Canada: drying out the cannabis black market will take "several years", says Trudeau


Drying the illicit cannabis market in Canada will take "several more years," Canadian Prime Minister Justin Trudeau said on Thursday, one year after the government legalized the drug for recreational purposes.

"We recognize that we have made progress (…) to eliminate some of the profits that go to the black market but we also know that it will take several years before it is a complete success," Trudeau told reporters. a press point on the sidelines of a campaign stage in Quebec, four days before the October 21 legislative elections in Canada.

Since Thursday, legal cannabis growers can also apply to Canadian authorities for marketing approval for edible cannabis products, which will be sold in Canada by mid-December.

Cannabis-infused food or beverages may not contain more than 10 milligrams of THC, the psychoactive substance of the plant. For cannabis extracts and dermatological products, the maximum allowable dose will be 1,000 milligrams per package.

One of the goals of the legalization of recreational cannabis, the flagship legislation of the Liberal leader's mandate, was to dry up the black market: yet only 29% of Canadians buy cannabis on the legal market, according to the latest official statistics.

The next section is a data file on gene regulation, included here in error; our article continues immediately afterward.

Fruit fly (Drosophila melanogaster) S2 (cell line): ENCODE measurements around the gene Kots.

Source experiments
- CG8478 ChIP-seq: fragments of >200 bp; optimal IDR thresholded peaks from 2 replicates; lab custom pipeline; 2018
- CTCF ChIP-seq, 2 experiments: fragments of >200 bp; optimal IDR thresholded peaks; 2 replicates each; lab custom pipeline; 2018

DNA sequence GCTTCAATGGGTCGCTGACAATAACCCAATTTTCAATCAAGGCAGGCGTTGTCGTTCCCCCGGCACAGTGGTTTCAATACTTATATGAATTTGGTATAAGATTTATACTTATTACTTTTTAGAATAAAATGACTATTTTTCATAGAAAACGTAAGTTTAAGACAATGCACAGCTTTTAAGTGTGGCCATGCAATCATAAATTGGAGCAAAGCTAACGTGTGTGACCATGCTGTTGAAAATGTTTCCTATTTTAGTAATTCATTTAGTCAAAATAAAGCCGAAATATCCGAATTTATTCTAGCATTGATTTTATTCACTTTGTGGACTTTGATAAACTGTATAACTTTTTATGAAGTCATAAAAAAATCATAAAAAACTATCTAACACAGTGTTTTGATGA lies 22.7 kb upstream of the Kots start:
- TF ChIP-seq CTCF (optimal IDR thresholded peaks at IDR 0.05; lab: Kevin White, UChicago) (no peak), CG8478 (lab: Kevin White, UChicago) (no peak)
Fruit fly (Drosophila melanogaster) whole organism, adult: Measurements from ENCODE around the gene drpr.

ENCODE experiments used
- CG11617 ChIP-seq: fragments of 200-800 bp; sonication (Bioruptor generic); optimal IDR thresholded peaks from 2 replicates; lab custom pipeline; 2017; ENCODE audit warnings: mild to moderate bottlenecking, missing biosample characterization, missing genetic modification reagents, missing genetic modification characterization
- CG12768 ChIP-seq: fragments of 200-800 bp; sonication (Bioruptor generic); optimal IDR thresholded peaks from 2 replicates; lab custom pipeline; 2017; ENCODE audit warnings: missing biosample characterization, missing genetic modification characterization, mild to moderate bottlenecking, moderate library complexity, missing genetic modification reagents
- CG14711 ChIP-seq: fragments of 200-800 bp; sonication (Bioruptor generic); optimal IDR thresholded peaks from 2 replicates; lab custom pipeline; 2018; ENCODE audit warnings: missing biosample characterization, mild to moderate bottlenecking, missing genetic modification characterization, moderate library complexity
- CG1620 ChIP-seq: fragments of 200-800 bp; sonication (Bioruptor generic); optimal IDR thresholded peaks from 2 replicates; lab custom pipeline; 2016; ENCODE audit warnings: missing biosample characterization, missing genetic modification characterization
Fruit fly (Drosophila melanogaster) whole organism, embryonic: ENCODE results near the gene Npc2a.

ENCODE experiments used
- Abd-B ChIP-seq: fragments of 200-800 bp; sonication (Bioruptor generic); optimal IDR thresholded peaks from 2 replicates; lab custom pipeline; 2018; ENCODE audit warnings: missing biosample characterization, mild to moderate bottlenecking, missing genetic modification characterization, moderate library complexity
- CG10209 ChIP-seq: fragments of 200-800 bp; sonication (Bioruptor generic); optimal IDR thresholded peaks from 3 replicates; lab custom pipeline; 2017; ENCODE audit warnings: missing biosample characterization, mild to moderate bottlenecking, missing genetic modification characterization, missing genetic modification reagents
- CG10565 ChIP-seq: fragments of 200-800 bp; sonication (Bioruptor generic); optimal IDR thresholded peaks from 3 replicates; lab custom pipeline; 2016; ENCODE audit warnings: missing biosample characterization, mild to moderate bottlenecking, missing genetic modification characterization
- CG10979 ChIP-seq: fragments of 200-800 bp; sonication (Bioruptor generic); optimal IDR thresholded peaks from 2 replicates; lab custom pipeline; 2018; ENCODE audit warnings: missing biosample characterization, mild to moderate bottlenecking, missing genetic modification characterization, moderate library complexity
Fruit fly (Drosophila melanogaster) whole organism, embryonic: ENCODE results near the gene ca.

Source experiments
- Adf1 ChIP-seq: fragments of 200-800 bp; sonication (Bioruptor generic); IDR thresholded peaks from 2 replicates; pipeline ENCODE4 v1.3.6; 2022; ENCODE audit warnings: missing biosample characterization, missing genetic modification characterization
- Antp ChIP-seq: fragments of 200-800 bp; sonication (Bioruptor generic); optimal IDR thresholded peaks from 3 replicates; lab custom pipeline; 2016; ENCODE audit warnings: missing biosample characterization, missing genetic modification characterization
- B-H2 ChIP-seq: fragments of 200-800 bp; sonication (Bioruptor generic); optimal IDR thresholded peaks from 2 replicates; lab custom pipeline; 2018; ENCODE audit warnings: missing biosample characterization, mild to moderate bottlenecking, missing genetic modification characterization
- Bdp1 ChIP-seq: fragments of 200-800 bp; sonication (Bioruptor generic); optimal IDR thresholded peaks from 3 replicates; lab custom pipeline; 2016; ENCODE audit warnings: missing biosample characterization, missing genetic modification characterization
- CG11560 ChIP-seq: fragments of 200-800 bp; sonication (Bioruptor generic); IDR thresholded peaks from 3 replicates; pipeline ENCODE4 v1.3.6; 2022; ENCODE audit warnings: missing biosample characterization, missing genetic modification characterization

Cannabis prices on the legal market remain higher than on the black market, although they fell for the first time in the third quarter, with an increase in supply and distribution points.

The average price of legal cannabis was 10.23 Canadian dollars (6.99 euros) per gram in the third quarter, against 5.59 dollars on the black market.

The entire market represents a jackpot of nearly C $ 6 billion (€ 4.1 billion) per year.

One year after legalization, the proportion of Canadians who use cannabis has remained unchanged: about 4.9 million Canadians (16%) aged 15 and over use it, according to Statistics Canada.

Legalization or not, consumption continues to remain higher among men (21%) than women (12%). It is also more common among young people: one in four consumers is between the ages of 15 and 24.

Canada became the second-largest country in the world to legalize recreational cannabis, five years after Uruguay, on October 17, 2018.

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